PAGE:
The attack in Burgas is a failure for Israeli intelligence. This is not an accusation, but a fact of life that is part of the difficult reality of constantly fighting terrorism and the nations and organizations that support it.

That there are successes and failures are the nature of such a struggle; though there are more gains, the few failures come at a price.

Had the Israeli intelligence – aided by local services - not failed in exposing and foiling the plot, the Counter Terrorism Bureau (which is part of the prime minister’s office) would have issued a travel warning under the name “Bulgaria,” to be disseminated worldwide.

Barring such a warning, and with no heightened security in Burgas, it is safe to assume that those who planned and executed the attack managed to conceal their activities – intelligence gathering ahead of the operation, training a suicide bomber or an operative to plant the explosives, and smuggling weapons.

Israel is not alone in these kinds of failures. The intelligence and security apparatus surrounding Bashar Assad – who knows he’s being targeted – has been breached (even if it only his aides who have been hurt.)  A suspicious, professional and counter-intelligence savvy man such as Deputy Defense Minister Assef Shawkat, who was snared precisely the same way Syrians managed to assassinate Bashir Gemayel thirty years ago.

If the core of Assad’s struggling regime is breached – by one of it own loyalists – one can’t blame Israel for detecting a breach in its security net – what proved to be a lethal hole - in a foreign country.

And yet Benjamin Netanyahu, for his own reasons, is trying to turn the failure into an accomplishment. Two hours after the attack, he was saying that “all signs lead to Iran.”

Naturally, this is a well-founded suspicion; but from a prime minister – as opposed to a commentator – one expects a little more proof. And until he has proof, Netanyahu is talking about a worldwide pattern “in recent months” and the 18th anniversary of attack on Jewish community in Buenos Aires (which did not justify, in his eyes, a heightened alert concerning terror attacks). The conclusion: “This is an Iranian terror attack.” The aspiration that follows: “Israel will react forcefully to Iranian terror.”

Even if Netanyahu’s wish comes true, and evidence to Iran’s responsibility is found, it would not justify moving beyond the shadow war of what appears to be mutual terror attacks and onto a big war, the one that according to Ehud Barak would only take the lives of 500 Israelis – all in all, Burgas times 70.

Netanyahu and Barak are eager to deploy IDF forces on an attack mission targeting nuclear facilities in Iran. They lack a convincing excuse, since the Iranians have not yet decided whether to manufacture nuclear weapons, and U.S. President Barack Obama is busy with other things until November – issues that could only be sidetracked by the sounds of explosions in the Persian Gulf.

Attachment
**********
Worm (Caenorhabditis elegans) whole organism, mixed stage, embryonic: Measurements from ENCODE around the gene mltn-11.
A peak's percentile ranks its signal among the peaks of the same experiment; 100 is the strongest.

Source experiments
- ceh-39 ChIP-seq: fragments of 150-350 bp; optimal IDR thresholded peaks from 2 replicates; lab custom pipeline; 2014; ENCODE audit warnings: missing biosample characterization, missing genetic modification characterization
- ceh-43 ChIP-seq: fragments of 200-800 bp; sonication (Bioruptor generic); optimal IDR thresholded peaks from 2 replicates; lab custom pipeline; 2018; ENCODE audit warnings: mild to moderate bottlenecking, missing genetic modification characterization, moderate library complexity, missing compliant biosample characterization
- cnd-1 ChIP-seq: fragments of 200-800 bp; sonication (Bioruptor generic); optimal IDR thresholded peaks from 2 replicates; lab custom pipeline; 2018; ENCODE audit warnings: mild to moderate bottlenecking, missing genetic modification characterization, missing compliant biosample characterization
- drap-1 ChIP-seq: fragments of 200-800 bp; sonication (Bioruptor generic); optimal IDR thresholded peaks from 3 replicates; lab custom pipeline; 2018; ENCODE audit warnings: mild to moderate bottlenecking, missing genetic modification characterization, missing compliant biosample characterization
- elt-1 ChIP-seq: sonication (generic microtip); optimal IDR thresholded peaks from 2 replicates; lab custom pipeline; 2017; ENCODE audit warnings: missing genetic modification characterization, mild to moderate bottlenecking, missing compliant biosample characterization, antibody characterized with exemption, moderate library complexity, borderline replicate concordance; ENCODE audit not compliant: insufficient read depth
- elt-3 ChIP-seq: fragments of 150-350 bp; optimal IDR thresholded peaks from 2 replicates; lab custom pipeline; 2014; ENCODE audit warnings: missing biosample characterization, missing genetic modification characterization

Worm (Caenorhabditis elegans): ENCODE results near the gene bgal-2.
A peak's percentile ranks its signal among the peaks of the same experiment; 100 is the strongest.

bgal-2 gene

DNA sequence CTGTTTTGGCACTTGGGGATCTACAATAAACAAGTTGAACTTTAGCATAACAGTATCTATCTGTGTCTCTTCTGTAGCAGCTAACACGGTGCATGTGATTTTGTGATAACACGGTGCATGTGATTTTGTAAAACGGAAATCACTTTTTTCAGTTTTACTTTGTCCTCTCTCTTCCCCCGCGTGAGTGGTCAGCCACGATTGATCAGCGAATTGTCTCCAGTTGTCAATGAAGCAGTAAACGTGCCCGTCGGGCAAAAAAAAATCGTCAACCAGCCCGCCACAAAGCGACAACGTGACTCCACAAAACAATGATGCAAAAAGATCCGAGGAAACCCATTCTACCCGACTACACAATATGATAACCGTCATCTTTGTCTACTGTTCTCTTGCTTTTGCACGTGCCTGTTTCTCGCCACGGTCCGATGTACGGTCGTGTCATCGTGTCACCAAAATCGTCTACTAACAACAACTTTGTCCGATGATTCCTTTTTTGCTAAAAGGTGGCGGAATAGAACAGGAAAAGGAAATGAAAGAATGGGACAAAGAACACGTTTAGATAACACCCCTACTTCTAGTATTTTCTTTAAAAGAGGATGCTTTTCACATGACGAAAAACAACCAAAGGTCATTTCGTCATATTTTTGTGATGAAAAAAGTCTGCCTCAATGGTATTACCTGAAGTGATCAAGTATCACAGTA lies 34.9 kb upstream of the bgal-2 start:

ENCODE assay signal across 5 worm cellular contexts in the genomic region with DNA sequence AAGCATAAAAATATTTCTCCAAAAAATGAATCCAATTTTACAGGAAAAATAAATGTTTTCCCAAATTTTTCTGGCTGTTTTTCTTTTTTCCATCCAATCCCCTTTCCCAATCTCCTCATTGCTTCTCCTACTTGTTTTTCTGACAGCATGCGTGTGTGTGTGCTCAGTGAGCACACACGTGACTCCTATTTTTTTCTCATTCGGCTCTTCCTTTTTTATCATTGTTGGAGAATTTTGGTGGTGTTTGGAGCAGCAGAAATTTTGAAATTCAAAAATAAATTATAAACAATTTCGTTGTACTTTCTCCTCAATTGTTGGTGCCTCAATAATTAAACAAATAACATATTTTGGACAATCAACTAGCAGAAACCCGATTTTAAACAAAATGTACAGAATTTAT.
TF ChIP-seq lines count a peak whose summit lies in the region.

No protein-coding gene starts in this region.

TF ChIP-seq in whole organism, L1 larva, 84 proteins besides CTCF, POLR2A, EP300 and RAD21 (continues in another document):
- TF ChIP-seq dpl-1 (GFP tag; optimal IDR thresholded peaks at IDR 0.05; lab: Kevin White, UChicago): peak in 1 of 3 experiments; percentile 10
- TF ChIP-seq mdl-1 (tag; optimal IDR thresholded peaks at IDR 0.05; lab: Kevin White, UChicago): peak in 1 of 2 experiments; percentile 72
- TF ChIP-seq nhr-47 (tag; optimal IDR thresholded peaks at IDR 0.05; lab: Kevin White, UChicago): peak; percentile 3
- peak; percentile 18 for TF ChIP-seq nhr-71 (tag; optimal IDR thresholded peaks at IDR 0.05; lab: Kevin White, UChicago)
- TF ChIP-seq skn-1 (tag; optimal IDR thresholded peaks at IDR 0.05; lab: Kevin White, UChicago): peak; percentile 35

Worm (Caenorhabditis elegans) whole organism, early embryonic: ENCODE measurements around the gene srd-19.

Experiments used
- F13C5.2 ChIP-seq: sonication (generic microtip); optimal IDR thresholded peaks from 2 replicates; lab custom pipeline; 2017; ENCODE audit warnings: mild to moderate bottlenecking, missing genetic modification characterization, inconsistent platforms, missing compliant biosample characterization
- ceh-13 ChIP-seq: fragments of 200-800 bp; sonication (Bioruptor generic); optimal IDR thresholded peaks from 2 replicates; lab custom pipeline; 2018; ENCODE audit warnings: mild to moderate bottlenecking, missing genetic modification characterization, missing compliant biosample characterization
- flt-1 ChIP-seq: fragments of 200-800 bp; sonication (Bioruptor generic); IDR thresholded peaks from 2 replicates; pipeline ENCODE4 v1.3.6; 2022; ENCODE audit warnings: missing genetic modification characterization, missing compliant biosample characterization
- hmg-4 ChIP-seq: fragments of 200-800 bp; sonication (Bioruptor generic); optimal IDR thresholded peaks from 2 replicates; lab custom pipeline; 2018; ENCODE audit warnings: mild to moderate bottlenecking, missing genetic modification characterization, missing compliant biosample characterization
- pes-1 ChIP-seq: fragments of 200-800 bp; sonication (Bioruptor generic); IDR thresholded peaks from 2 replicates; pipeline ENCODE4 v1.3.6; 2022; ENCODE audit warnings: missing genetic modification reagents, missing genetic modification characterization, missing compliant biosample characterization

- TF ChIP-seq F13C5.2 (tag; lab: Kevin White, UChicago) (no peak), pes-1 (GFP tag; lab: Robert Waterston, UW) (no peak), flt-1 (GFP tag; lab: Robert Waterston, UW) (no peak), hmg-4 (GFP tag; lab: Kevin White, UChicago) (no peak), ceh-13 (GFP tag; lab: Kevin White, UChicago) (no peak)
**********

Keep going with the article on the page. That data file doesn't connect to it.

Mitt Romney, who Netanyahu’s benefactor Sheldon Edelson wishes to usher into the White House, looks like he’s going to lose. An Israeli-Iranian war, one that would pose significant economic threats – is the last hope harbored by Obama’s rivals.

Kadima party leader Shaul Mofaz and his contingent, recently exiled from the coalition, are itching to redeem themselves after being exposed as vulnerbale, by scratching away at Netanyahu’s and Barak’s steadfast political support.

The impending Knesset recess, however, leading up to the elections which will take place in early 2013, is likely to instill Barak and Netanyahu with renewed strength.   

There will be much temptation to create a serious of incitements and counters, and during the third phase, after an Iranian retaliation for an Israeli retaliation, the jets will take off for the east.

If it happens quickly, Netanyahu and Barak will be spared having to deal with two bothersome events set for August, the second evacuation of some thirty people from Migron, and the first IDF call up for ultra-Orthodox conscripts.

Heightened American activities near the Persian Gulf, and military policy, like sending National Security Advisor Thomas Donilon and General James Mattis of “USCENTCOM” or central command, for talks with senior officials in Saudi Arabia and other nations in the region, show that Obama is not subscribing to the doctrine of keeping quiet until the elections.

Talks that took place on Wednesday night between Barak and his American counterpart Leon Panetta, who is scheduled to visit Israel and the Middle East, did not necessarily calm the government.

Further talks are expected between Obama himself, or one of his agents, Vice President Joe Biden, or Secretary of State Hilary Clinton, and Netanyahu.

Officially, talks of condolences over Burgas. In reality, a warning about Iran.

As in Lebanon in 1982, Iran is a war looking for an excuse. The “Belli” is ready; It only needs the “Causus.” Netanyahu and Barak must not be allowed to find them in Burgas.